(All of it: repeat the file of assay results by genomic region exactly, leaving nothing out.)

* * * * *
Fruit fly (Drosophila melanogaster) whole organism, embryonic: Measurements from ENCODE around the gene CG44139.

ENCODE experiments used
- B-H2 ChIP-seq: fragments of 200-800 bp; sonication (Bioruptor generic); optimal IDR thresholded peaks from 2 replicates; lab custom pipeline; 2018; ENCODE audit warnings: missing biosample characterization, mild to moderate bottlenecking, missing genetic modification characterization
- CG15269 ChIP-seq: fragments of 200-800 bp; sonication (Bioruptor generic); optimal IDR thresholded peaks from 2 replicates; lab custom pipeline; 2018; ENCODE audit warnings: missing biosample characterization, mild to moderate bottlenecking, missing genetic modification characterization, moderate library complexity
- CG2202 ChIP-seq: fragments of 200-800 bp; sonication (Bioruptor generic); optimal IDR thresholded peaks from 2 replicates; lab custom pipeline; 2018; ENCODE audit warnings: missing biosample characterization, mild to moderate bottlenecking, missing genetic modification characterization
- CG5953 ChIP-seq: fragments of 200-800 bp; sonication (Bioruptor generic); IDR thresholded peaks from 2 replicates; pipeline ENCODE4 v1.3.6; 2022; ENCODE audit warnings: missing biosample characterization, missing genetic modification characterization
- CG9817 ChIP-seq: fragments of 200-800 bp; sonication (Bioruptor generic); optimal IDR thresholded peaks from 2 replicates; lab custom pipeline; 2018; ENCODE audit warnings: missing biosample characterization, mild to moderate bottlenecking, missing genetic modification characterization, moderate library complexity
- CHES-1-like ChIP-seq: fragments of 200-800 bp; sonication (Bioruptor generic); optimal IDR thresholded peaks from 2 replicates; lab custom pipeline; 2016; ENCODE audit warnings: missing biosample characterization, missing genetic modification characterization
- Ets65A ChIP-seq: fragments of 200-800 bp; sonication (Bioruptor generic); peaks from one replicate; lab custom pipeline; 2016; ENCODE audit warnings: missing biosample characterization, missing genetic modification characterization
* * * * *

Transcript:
Fruit fly (Drosophila melanogaster) whole organism, embryonic: Measurements from ENCODE around the gene CG44139.

ENCODE experiments used
- B-H2 ChIP-seq: fragments of 200-800 bp; sonication (Bioruptor generic); optimal IDR thresholded peaks from 2 replicates; lab custom pipeline; 2018; ENCODE audit warnings: missing biosample characterization, mild to moderate bottlenecking, missing genetic modification characterization
- CG15269 ChIP-seq: fragments of 200-800 bp; sonication (Bioruptor generic); optimal IDR thresholded peaks from 2 replicates; lab custom pipeline; 2018; ENCODE audit warnings: missing biosample characterization, mild to moderate bottlenecking, missing genetic modification characterization, moderate library complexity
- CG2202 ChIP-seq: fragments of 200-800 bp; sonication (Bioruptor generic); optimal IDR thresholded peaks from 2 replicates; lab custom pipeline; 2018; ENCODE audit warnings: missing biosample characterization, mild to moderate bottlenecking, missing genetic modification characterization
- CG5953 ChIP-seq: fragments of 200-800 bp; sonication (Bioruptor generic); IDR thresholded peaks from 2 replicates; pipeline ENCODE4 v1.3.6; 2022; ENCODE audit warnings: missing biosample characterization, missing genetic modification characterization
- CG9817 ChIP-seq: fragments of 200-800 bp; sonication (Bioruptor generic); optimal IDR thresholded peaks from 2 replicates; lab custom pipeline; 2018; ENCODE audit warnings: missing biosample characterization, mild to moderate bottlenecking, missing genetic modification characterization, moderate library complexity
- CHES-1-like ChIP-seq: fragments of 200-800 bp; sonication (Bioruptor generic); optimal IDR thresholded peaks from 2 replicates; lab custom pipeline; 2016; ENCODE audit warnings: missing biosample characterization, missing genetic modification characterization
- Ets65A ChIP-seq: fragments of 200-800 bp; sonication (Bioruptor generic); peaks from one replicate; lab custom pipeline; 2016; ENCODE audit warnings: missing biosample characterization, missing genetic modification characterization